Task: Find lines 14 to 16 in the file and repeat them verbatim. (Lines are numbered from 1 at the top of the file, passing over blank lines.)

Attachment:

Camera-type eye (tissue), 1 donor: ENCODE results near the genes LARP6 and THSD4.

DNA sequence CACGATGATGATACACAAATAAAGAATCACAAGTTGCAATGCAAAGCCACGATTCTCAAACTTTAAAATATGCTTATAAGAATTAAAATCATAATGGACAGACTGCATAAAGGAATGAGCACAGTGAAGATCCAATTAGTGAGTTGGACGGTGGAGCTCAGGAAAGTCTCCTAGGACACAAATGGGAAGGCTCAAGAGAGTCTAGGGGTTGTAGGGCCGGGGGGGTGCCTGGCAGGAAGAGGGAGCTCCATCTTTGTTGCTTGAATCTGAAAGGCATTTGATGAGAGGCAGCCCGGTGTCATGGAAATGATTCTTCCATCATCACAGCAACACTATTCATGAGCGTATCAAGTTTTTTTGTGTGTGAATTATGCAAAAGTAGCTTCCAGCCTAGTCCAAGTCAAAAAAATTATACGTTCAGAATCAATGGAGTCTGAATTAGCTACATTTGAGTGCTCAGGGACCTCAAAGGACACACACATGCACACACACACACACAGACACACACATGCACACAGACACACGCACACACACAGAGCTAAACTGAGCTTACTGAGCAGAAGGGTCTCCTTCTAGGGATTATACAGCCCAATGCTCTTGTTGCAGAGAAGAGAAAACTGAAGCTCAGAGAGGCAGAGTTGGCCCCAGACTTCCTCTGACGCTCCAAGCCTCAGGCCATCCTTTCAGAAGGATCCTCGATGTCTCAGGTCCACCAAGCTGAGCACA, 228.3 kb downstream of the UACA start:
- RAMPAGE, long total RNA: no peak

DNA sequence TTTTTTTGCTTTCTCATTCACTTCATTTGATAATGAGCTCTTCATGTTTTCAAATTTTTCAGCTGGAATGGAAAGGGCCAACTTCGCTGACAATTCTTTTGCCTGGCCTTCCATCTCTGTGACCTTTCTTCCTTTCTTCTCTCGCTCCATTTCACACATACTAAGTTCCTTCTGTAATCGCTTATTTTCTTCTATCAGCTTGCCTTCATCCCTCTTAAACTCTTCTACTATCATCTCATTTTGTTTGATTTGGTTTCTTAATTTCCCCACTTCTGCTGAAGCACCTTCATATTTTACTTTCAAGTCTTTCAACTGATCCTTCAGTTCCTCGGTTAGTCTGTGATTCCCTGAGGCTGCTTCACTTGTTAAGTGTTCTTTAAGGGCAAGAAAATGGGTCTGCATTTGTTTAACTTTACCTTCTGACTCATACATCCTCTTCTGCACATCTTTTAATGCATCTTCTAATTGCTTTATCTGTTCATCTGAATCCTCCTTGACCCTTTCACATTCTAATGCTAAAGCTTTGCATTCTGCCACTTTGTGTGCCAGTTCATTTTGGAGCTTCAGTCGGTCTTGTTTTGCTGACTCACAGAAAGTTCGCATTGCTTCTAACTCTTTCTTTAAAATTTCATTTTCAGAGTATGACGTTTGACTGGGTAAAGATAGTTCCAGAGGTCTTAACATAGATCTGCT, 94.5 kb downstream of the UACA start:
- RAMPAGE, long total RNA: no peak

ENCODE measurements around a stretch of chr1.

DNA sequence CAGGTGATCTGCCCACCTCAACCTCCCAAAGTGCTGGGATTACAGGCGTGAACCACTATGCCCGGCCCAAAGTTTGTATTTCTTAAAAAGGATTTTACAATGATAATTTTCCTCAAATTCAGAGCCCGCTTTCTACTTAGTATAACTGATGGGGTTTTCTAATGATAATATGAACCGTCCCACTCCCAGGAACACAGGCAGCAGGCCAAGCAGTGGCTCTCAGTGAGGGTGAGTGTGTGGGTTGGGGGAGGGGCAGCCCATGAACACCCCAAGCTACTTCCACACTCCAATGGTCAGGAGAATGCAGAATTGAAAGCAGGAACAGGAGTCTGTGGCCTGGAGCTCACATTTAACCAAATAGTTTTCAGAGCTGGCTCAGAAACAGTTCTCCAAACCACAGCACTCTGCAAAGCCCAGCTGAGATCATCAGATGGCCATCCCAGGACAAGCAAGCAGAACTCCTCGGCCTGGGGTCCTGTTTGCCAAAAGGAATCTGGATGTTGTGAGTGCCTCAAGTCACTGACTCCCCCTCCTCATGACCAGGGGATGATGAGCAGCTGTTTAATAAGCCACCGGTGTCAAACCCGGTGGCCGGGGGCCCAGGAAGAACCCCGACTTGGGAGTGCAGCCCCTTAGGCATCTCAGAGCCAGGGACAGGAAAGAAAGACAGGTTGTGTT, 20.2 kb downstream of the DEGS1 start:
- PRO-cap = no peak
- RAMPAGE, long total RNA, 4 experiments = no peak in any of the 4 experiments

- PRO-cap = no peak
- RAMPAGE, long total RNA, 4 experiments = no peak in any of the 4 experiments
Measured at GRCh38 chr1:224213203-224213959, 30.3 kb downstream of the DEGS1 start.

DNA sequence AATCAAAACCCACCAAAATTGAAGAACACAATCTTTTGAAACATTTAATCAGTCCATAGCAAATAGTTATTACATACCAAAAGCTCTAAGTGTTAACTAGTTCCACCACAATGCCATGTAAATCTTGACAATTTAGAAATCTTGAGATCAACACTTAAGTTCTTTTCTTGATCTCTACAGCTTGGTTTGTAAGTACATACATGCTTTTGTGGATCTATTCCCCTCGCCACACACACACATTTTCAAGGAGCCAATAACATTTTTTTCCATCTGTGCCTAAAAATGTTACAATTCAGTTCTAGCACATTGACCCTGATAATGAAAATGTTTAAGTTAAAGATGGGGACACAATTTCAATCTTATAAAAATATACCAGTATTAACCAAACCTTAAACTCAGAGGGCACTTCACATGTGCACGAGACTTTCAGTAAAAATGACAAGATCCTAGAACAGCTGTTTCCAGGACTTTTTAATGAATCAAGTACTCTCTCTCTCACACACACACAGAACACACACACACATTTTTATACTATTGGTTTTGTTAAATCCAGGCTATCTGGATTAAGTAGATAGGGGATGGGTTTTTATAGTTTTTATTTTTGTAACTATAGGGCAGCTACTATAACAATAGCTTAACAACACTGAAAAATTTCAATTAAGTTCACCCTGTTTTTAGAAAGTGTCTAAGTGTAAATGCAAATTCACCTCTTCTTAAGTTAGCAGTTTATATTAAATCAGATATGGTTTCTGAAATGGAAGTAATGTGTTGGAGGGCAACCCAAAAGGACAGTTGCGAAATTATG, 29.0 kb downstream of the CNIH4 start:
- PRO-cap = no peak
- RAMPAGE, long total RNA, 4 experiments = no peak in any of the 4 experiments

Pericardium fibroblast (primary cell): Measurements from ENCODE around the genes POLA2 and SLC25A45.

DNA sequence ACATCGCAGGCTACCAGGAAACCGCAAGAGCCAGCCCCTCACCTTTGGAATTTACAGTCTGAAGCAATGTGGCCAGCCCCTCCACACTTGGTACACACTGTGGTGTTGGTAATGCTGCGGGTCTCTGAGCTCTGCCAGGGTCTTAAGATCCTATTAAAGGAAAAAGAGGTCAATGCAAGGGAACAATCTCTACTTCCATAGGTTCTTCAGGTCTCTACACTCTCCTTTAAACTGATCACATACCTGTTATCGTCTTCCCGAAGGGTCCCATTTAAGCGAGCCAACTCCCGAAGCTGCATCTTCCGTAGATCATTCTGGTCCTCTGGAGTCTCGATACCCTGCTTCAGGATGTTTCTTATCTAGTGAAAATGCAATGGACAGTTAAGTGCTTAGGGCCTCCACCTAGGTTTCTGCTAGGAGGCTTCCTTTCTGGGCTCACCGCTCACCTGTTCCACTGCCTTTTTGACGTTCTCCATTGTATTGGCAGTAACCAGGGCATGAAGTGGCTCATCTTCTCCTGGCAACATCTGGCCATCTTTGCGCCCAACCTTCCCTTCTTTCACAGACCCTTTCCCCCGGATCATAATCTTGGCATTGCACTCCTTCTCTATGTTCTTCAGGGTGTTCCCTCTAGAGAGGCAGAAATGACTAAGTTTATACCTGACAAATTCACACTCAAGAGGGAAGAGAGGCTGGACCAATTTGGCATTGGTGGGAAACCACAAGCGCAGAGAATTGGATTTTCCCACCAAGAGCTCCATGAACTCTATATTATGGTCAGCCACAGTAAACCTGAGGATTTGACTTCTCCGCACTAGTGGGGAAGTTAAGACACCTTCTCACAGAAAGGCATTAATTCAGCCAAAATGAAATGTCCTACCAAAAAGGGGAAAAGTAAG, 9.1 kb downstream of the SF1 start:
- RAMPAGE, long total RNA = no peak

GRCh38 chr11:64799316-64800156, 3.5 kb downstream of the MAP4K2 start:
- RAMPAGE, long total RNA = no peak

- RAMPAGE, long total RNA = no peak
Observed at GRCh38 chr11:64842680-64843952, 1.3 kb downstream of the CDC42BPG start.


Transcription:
- PRO-cap = no peak
- RAMPAGE, long total RNA, 4 experiments = no peak in any of the 4 experiments

Pericardium fibroblast (primary cell): Measurements from ENCODE around the genes POLA2 and SLC25A45.